Researchers at the American Headache Society (AHS) have developed a class of drugs that can reduce the frequency of migraine attacks by more than half. The Calcitonin Gene-Related Peptide (CGRP) monoclonal antibodies can treat high-frequency episodic migraine and chronic migraine, the scientists said in a press release on Wednesday.
Migraine headaches affect approximately 12 percent of Americans, according to the National Library of Medicine, and women are more likely to suffer from this neurological disease than men. People aged between 15 and 55 are more vulnerable to migraine, and 70 to 80 percent have a family history of the condition, according to the National Headache Foundation. The AHS researchers said that the new class of the drugs works by reducing the increased levels of CGRP, which plays an integral role in forming migraines.
"This development is a transformative moment in migraine treatment," Peter J. Goadsby, chairman of the scientific program of AHS, said. "There’s no question that we need something better. ... In fact, for prevention we really need something designed specifically for migraine."
In the studies conducted by AHS, Teva Pharmaceutical Industries Ltd. reported that for the first time, a migraine drug was able to reduce the attacks by more than half. It said that the AHS drug resulted in a 50 percent or greater reduction in the frequency of attacks in more than half of the migraine patients.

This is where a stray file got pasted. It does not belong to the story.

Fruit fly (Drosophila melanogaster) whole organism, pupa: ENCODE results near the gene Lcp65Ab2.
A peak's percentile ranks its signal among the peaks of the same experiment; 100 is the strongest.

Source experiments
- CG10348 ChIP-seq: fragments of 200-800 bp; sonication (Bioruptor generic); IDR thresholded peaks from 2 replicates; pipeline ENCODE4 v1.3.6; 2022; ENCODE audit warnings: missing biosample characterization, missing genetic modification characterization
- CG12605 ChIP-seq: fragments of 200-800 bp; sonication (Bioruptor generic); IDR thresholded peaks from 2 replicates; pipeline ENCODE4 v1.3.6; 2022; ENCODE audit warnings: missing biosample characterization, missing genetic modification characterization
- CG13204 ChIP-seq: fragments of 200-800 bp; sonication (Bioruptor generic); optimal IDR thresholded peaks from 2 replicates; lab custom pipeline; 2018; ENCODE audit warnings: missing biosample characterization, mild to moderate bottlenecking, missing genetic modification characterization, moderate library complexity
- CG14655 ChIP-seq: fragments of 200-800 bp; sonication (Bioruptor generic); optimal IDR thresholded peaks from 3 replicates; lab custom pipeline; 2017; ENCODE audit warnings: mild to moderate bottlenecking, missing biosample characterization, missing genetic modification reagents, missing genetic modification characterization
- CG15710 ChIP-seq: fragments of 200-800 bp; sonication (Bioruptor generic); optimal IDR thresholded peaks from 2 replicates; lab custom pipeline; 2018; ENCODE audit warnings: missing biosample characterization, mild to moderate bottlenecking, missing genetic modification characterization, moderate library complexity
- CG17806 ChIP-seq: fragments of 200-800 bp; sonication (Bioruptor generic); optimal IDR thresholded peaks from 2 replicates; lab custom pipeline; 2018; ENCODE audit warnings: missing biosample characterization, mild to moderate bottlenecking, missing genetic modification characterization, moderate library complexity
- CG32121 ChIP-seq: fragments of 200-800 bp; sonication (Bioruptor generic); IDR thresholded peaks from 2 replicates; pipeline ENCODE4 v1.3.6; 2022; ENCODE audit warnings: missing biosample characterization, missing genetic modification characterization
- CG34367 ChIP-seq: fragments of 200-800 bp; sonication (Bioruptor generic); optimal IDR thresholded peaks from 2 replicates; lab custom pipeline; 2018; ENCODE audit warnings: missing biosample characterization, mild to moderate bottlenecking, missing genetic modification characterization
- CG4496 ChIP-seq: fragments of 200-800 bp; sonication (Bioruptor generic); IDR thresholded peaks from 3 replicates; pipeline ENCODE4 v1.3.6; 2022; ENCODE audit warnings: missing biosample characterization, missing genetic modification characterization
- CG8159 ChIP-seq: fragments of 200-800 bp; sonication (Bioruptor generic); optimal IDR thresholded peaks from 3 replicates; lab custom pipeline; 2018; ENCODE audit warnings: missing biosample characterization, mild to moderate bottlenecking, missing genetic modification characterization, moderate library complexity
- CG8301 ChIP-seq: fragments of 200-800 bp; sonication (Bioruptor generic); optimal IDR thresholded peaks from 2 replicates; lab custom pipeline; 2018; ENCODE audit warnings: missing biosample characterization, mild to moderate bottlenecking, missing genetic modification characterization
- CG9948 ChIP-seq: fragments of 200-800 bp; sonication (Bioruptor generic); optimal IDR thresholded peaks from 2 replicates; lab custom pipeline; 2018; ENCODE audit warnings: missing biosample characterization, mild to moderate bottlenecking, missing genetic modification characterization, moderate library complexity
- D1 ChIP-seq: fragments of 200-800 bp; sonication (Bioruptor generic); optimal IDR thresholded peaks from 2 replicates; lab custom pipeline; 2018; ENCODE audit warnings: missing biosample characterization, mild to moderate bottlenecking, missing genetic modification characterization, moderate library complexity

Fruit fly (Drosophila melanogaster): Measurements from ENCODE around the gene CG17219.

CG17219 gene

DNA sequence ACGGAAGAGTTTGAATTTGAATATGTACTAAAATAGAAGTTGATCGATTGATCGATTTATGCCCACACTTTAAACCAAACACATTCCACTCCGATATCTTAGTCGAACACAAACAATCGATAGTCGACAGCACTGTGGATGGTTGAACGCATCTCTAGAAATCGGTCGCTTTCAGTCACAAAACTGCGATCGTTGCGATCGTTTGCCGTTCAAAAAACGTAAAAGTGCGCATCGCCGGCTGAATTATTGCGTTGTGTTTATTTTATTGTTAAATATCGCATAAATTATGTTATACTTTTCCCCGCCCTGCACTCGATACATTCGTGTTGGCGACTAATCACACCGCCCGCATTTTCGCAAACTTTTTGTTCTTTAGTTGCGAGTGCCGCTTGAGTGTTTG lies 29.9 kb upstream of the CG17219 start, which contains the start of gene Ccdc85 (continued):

Goadsby said that no new class of drugs to treat migraine has been developed since 1991 when triptans -- a class of medicines used to alleviate migraine attacks -- were first introduced. Triptans are mostly used when typical painkillers such as paracetamol or ibuprofens are not effective for the patients.
"Up until now, migraine patients have had limited choices for preventive treatment. The potential of these new compounds is enormous and gives us real hope that effective specific treatments for migraine may be on the near horizon. It's a truly landmark development," Goadsby said.